Tottenham boss Mauricio Pochettino did not feel the need to talk to Eric Dier after his goal celebration sparked a mass brawl in Sunday’s feisty north London derby.
Dier celebrated in front of the Arsenal substitutes after his equalising goal at 1-1 and it escalated quickly, with both sets of players and benches becoming involved in a huge melee.
Pochettino himself sprinted down the touchline to play peacemaker and the Football Association has charged both clubs with failing to control their players.
Dier, who admitted to enjoying the passionate nature of the game, earned a booking for his actions, but avoided the wrath of his manager following the 4-2 Emirates defeat.
“To be honest, I didn’t talk with him,” Pochettino said. “Because when you do something and then it’s so evident what happened after, you can take it in one or two directions.
“If you’re a Tottenham fan, you take in one direction, if you’re an Arsenal fan, you take in another direction.
“If you’re the manager of Tottenham or Arsenal, or the Arsenal players doing the warm-up, you’re going to back your players.
“There’s no sense now to talk too much, now it’s just to accept the FA charge or not. It’s under investigation. If we did something wrong, it’s normal to pay.”
Spurs have the chance to bounce back from that disappointing loss, which saw them drop to fifth in the Premier League, when they welcome Pochettino’s former club Southampton to Wembley.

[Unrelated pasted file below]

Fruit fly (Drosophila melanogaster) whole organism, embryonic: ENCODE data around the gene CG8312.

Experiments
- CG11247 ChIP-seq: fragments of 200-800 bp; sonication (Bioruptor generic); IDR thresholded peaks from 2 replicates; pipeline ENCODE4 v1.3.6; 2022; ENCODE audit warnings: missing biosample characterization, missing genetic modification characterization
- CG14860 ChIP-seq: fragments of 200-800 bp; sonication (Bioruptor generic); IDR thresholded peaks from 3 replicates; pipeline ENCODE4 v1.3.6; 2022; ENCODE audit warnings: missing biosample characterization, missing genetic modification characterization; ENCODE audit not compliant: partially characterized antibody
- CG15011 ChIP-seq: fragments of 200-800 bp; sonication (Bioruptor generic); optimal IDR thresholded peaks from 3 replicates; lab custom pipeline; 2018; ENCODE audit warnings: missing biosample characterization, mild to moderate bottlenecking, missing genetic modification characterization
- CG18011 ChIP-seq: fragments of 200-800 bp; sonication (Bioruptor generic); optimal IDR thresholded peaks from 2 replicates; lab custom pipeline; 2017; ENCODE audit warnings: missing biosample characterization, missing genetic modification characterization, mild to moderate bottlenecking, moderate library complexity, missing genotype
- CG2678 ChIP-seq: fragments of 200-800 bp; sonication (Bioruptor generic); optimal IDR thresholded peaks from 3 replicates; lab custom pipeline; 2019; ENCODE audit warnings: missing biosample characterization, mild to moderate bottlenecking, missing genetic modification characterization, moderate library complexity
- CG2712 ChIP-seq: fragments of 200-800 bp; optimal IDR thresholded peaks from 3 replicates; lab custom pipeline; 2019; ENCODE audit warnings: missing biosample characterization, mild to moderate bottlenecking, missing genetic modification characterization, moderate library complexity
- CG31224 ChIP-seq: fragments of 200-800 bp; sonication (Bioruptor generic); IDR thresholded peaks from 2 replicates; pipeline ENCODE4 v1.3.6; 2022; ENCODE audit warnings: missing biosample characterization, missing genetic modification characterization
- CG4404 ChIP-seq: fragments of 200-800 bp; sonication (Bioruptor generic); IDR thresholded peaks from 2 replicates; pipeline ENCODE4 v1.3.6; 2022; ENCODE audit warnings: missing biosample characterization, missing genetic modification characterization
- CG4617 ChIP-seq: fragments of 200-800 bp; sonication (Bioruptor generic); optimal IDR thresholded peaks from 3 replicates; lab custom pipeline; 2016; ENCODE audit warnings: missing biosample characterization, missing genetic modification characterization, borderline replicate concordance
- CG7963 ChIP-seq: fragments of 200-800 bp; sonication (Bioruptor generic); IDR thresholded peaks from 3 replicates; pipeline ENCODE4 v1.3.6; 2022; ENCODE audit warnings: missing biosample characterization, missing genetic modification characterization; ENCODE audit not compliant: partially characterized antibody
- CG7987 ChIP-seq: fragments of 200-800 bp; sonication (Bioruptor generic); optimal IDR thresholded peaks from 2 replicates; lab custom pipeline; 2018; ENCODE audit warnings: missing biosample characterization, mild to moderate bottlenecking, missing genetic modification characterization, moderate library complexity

The Saints, currently managerless following Mark Hughes’ sacking on Monday, were Pochettino’s first club in English football and it is a time he remembers fondly.
He will be coming up against Kelvin Davies in the opposite dugout, the man he first gave the armband to at St Mary’s in 2013.
“I care a lot for Southampton,” he said. “It was my first opportunity and then always I told the people of course the fans were very disappointed when we left, but the circumstances were completely different after a year and a half.
“Always with my family we talk and I think it was one of the best periods in my life that we spent there. We found amazing people there, an amazing town.
“They provided everything, made it feel like home for us and always my affection is going to be there.
“It was my first club in England, the possibility to manage a club in the Premier League with not one word in English, because when I arrived six years ago I still needed to improve.
“It was a massive impact in my life as a manager and coach, and I am so grateful to Southampton.
“Of course in front is going to be Kelvin Davis, who was our player, my first captain.
“He was a great personality, a great character, a great man and it’s so nice to face him, in a difficult situation for both, because we both need to win.
“But in the same way I’m so happy to see him because I know his dream is to be a coach, to be a manager.
“For many reasons it’s fantastic to face him tomorrow and to meet him, but for another thing it will be a very tough 90 minutes for both sides.”
Jan Vertonghen is suspended following his red card at Arsenal, but Kieran Trippier returns from a groin injury.